My Trip to Surabaya

by Shawnong

“Now it’s your turn to tell me your dream.”

Tommy (a student guide) and I were talking in the showroom of a local furniture company after we had went on a tour of their factory. He shared with me his dream of building his own company to provide jobs for more Indonesians. The way he casually chatted about his ambitions with such sincerity amazed me. Similarly, another student guide told me he wanted to study at NUS for his MBA and work in the States one day.

I was wondering why were they so ready to verbalise their dreams and aspirations. Was it their culture? Or was it because they were filled with hope?


10th November 1945

24,000 British troops invaded Surabaya and bombs were dropped mercilessly. The Indonesian resistance fought valiantly, drawing the battle on for 3 weeks, resulting in over 16,000 Indonesian casualties and majority of the local population fleeing.

The Indonesians fought with hope. Hope, the fuel to get back on their feet when they have fallen; the voices to their spirits when they charge onto the battlefield; the steeling of their hearts when surrounded by enemies’ bayonets, defeated; the quiet melody singing the anthem of a better future.

“Freedom or Die!”

18th September 2014

We visited the Heroes Monument dedicated to the people who died in the battle. A tall phallus-shaped landmark erected in honour of those who died during the battle.

We then moved on to the 10th November Museum located beneath the monument and saw historical artefacts and video recordings of the battle. Amongst which was a sculpture of Indonesians on the battlefield, fallen but still flying the flag of Indonesia with pride. The attention to detail of the sculptor was frighteningly accurate. It recreated the feelings of the soldiers and conveyed them to the viewer through a lapse in time. I felt as if I had been standing on the battlefield and witnessed the tears roll down the cheeks of the soldiers and heard their battle cries and felt the uniform cling to my skin, drenched in perspiration and humidity.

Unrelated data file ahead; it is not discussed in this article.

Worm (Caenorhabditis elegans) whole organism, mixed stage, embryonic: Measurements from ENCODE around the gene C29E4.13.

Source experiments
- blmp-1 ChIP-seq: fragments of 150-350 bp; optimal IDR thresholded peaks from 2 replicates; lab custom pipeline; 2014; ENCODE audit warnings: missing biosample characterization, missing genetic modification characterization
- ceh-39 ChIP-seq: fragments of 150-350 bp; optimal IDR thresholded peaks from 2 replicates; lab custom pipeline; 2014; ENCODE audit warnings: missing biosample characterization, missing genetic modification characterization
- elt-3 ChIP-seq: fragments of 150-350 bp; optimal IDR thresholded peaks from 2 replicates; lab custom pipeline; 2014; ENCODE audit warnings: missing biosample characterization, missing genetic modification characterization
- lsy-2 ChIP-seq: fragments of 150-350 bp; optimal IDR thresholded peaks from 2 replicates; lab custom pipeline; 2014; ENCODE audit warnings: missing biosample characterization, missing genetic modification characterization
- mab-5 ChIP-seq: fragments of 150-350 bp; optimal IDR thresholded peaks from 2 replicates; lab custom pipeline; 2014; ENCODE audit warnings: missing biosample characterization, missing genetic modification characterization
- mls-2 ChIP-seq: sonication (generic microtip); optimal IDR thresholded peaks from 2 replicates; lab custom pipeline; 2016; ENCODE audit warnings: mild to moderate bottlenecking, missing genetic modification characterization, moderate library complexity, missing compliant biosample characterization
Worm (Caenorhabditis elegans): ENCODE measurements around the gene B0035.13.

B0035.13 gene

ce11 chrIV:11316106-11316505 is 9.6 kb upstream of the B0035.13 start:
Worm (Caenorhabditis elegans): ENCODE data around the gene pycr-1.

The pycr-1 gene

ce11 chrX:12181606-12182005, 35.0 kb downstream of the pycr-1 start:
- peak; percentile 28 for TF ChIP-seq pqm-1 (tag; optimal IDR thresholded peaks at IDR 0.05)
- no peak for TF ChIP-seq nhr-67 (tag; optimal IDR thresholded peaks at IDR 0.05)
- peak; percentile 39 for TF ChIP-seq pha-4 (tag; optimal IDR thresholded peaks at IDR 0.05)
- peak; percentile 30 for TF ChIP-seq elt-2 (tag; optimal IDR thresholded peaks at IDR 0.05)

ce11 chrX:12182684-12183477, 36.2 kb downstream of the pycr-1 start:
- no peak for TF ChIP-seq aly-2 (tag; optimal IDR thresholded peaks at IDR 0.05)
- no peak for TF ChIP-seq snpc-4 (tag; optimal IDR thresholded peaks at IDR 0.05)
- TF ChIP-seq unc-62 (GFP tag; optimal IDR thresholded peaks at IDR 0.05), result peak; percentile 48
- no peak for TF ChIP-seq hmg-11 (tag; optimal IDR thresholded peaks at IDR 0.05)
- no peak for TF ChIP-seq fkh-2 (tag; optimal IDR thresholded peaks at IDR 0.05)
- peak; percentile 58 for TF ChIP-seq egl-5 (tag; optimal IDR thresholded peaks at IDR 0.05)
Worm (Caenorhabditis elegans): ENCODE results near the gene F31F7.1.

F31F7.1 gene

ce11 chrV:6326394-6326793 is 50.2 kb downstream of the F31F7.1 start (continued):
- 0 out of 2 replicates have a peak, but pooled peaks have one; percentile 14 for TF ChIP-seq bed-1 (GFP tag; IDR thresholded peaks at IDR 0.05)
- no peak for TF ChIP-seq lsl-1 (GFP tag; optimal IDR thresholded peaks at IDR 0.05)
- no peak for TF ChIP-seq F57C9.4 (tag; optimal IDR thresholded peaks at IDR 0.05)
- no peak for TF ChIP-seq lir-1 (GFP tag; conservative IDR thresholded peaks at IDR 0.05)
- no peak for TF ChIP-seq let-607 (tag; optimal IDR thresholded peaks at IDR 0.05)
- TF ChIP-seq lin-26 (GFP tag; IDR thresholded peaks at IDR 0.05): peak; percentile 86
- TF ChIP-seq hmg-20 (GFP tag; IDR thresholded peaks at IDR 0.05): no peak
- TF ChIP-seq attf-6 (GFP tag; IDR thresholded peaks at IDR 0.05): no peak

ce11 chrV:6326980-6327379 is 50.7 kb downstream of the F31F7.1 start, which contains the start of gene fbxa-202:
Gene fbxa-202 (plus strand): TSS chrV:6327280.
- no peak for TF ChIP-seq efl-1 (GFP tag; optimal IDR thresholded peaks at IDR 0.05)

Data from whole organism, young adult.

The sculptor definitely succeeded in conveying emotions. But what I think he did most importantly, was to pass on the spark of hope of the soldiers.

I won’t let you bury it
I won’t let you smother it
I won’t let you murder it


Sweaty manual workers were lifting heavy objects by the roadside, 3 boys in soiled uniforms were walking across the top of a cement wall to cut through a field to get to school, technicians with greasy skin were repairing motorcycles in the hot weather. They may have been living in grimy conditions with filthy clothes, but they wore the purest smiles I had ever seen. And I personally think they were smiling because of hope. Not of hope for a better GPA, more money, an iPhone 6, more likes on their Instagram or retweets on Twitter. But maybe for health, happiness and freedom for another day.


Leaving Surabaya has taught me to hope; an internalised metronome driving the piece of music even though it doesn’t see the full composition. We may not be able to agree on what hope is, what it is for, or where it comes from. But maybe we can agree on this,

“Remember, Hope is a good thing, maybe the best of things, and no good thing ever dies.”

― Stephen King